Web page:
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Expressing Post-Secular Citizenship

A Madrasa, an Ethic and a Comprehensive Doctrine

Zahraa McDonald

According to Habermas, the contemporary public sphere is post-secular. In other words, the continuing presence of religious communities within a secular society is indisputable. However, the significance of this is not entirely clear, despite intensive discussion by social scientists, journalists, policymakers and politicians regarding the role of religion in the public sphere. Understanding contemporary religious phenomena requires serious academic and public engagement.
Drawing on theoretical approaches from sociology (Max Weber), philosophy (John Rawls) and religious studies (Abdulkader Tayob), this book analyses empirical data from the study of a madrasa in South Africa in order to explore the important question of how individuals may engage in the public sphere as members of religious communities.
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Chapter Two: Doctrine in a religious ethic



Doctrine in a religious ethic

2.1  Introduction

Religious beliefs, values, practices and communities have remained salient features of modern public discourse and debate, marking a post-secular public sphere for Habermas (2006: 15). Engagement of individual citizens as members of religious communities in public life is however considered to be fraught with challenges. Indeed, there exists considerable reservation in the literature in respect of the contributions of members of religious communities in public debates. Assertions made in the literature related to the participation of Muslims in national life, coalesce on the point that the Muslim community is involved in a process of withdrawing from national life, specifically as it pertains to religiously partial Muslims. This is argued in particular regarding institutions where Islamic education is offered, notwithstanding the fact that secular education may also be offered (Dangor 2005; Fataar 2005; Niehaus 2008; Ramadan 2004; Tayob 2011; Zehr 1999). Inclusion of secular education indicates that individuals in religious communities grasp that society continues to be secular. Thus, focusing on Islamic education at Deobandi institutions, this book undertakes to explore how one could conceptualise individuals’ engagement in the public sphere as members of religious communities.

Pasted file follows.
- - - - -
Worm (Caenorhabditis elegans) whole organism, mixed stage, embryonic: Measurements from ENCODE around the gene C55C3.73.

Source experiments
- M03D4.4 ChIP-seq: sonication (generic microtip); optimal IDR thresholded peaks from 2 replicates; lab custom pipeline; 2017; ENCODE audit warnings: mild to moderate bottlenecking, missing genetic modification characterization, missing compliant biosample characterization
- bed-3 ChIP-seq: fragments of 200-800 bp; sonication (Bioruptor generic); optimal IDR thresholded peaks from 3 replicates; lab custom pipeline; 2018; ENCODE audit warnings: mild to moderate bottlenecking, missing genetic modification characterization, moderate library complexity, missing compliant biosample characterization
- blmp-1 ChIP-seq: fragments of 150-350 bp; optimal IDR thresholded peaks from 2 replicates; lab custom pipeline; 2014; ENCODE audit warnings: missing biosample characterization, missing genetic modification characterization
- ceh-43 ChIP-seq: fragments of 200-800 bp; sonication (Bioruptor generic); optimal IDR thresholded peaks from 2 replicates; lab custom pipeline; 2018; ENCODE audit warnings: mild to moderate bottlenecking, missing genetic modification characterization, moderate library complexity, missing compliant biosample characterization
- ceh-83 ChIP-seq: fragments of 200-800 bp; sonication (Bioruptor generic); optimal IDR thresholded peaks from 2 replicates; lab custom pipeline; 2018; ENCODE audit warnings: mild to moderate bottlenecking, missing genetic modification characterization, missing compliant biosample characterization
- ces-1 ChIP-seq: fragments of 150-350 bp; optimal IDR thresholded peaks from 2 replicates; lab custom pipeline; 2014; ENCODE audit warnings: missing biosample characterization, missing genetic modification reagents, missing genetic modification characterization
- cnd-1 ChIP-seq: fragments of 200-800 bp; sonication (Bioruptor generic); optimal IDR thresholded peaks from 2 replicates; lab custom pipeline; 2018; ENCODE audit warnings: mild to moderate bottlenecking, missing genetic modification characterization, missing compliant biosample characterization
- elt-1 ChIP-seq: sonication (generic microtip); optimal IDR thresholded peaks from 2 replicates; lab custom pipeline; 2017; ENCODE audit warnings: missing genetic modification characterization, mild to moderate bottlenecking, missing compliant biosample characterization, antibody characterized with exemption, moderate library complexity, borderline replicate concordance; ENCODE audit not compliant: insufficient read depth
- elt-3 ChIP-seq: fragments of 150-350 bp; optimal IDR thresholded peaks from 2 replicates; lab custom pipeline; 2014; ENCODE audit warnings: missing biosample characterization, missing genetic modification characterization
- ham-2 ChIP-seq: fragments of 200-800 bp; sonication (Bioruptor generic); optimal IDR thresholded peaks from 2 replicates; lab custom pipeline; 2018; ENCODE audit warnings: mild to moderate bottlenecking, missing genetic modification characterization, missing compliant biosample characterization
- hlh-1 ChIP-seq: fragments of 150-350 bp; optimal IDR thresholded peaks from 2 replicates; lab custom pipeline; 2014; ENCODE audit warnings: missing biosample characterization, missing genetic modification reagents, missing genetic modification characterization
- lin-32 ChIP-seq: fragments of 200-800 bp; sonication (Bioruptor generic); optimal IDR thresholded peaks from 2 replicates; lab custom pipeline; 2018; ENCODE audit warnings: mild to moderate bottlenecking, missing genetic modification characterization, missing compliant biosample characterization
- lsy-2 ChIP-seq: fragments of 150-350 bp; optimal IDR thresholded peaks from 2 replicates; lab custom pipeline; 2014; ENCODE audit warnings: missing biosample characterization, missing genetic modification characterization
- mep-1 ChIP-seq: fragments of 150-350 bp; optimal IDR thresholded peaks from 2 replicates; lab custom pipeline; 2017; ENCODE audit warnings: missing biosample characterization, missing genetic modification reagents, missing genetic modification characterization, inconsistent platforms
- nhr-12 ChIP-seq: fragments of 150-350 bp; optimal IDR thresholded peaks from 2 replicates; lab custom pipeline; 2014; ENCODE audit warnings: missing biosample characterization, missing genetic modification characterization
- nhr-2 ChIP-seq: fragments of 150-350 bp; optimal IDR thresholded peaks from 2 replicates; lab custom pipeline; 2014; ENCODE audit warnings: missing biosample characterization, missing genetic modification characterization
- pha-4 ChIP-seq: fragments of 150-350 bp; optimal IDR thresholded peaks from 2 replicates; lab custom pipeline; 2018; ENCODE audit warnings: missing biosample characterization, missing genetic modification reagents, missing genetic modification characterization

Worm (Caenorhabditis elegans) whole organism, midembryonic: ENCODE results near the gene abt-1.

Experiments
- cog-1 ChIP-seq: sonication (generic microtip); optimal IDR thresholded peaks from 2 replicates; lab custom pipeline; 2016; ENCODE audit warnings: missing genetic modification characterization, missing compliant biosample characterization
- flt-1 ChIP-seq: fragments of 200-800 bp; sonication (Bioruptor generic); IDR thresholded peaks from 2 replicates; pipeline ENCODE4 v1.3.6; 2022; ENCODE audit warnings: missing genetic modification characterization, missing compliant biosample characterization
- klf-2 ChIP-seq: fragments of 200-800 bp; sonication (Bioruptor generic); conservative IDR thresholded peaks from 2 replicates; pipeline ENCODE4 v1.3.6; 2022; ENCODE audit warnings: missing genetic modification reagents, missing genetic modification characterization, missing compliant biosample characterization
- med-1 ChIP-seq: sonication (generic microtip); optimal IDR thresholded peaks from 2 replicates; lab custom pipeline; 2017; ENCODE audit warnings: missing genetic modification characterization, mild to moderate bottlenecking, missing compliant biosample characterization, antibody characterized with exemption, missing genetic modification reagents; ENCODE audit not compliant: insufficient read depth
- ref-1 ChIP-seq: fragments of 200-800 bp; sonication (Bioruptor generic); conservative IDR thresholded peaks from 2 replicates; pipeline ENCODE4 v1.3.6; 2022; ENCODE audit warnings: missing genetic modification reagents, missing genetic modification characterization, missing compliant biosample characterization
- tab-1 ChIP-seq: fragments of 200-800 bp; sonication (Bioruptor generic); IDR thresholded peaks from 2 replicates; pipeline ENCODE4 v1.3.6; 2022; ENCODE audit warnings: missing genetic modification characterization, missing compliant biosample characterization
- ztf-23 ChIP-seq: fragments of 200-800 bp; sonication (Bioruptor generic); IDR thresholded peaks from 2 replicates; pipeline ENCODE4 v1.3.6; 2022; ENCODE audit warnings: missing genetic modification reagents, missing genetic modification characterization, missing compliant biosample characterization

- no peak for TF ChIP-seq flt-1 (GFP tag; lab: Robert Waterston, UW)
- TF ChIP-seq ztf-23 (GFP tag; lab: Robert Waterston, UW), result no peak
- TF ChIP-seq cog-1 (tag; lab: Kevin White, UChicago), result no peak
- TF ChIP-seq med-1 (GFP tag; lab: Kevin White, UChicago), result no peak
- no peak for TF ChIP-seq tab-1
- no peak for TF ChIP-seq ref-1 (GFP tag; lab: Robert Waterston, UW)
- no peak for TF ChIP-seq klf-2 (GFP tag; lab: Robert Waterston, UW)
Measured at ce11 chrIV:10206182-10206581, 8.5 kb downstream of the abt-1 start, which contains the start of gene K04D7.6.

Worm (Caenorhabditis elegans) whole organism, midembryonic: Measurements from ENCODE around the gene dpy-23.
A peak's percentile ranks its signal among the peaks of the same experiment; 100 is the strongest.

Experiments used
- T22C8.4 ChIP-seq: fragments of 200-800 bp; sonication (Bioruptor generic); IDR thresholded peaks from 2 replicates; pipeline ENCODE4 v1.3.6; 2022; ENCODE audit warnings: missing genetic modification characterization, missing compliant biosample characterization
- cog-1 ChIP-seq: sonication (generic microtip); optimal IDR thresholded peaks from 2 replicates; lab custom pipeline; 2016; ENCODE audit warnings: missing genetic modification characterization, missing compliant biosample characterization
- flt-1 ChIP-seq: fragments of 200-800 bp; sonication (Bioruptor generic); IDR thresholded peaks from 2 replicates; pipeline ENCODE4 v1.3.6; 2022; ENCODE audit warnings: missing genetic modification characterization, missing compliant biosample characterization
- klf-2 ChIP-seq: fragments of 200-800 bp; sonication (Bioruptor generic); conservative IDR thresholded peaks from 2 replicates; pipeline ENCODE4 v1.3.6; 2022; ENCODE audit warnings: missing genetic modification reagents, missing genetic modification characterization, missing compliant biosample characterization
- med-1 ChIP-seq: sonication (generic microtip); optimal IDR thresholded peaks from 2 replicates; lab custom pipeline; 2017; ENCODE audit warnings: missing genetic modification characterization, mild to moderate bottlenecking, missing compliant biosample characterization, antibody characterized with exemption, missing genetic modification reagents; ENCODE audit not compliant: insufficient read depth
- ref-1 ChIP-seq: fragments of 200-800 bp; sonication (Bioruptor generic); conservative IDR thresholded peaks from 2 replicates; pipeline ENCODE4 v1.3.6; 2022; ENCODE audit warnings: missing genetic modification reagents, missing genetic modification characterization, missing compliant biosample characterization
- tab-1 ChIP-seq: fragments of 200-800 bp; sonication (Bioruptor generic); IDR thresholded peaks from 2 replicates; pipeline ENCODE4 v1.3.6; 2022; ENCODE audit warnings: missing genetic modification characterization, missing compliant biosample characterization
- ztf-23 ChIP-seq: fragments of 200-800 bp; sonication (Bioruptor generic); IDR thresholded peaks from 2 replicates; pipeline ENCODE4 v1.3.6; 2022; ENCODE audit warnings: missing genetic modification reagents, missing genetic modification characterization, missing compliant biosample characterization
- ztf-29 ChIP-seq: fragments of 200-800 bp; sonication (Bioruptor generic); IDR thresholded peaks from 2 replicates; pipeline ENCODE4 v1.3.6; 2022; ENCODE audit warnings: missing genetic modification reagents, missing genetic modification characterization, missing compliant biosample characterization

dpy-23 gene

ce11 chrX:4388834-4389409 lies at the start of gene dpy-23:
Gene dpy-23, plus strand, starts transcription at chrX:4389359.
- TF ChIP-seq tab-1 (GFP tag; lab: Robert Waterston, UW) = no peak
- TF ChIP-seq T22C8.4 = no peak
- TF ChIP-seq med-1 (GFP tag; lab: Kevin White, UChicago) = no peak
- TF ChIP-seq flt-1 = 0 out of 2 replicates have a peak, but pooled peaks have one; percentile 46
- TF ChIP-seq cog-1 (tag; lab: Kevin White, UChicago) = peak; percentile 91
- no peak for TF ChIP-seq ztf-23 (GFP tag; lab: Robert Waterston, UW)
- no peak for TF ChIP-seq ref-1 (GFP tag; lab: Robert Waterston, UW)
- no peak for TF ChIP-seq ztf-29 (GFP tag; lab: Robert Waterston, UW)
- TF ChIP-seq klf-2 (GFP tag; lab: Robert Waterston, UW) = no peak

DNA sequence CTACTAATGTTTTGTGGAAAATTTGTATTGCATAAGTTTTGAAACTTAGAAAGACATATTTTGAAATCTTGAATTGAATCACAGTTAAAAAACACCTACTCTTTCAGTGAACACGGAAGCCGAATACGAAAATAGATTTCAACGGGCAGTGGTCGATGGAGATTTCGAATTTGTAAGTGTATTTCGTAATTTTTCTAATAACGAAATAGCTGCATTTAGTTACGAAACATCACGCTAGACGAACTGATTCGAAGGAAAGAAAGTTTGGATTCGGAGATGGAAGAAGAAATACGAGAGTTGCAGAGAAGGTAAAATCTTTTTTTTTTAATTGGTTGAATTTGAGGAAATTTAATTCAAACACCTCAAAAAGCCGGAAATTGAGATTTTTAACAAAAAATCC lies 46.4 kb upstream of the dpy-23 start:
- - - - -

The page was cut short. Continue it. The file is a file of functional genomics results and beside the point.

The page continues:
This chapter develops a framework for identifying and describing religious doctrines. Chapter One, following John Rawls, illustrates that an overlapping consensus affirmed through comprehensive doctrines to which individuals subscribe would be effective for public sphere engagement in plural societies. From this perspective the foundation of social cooperation is...

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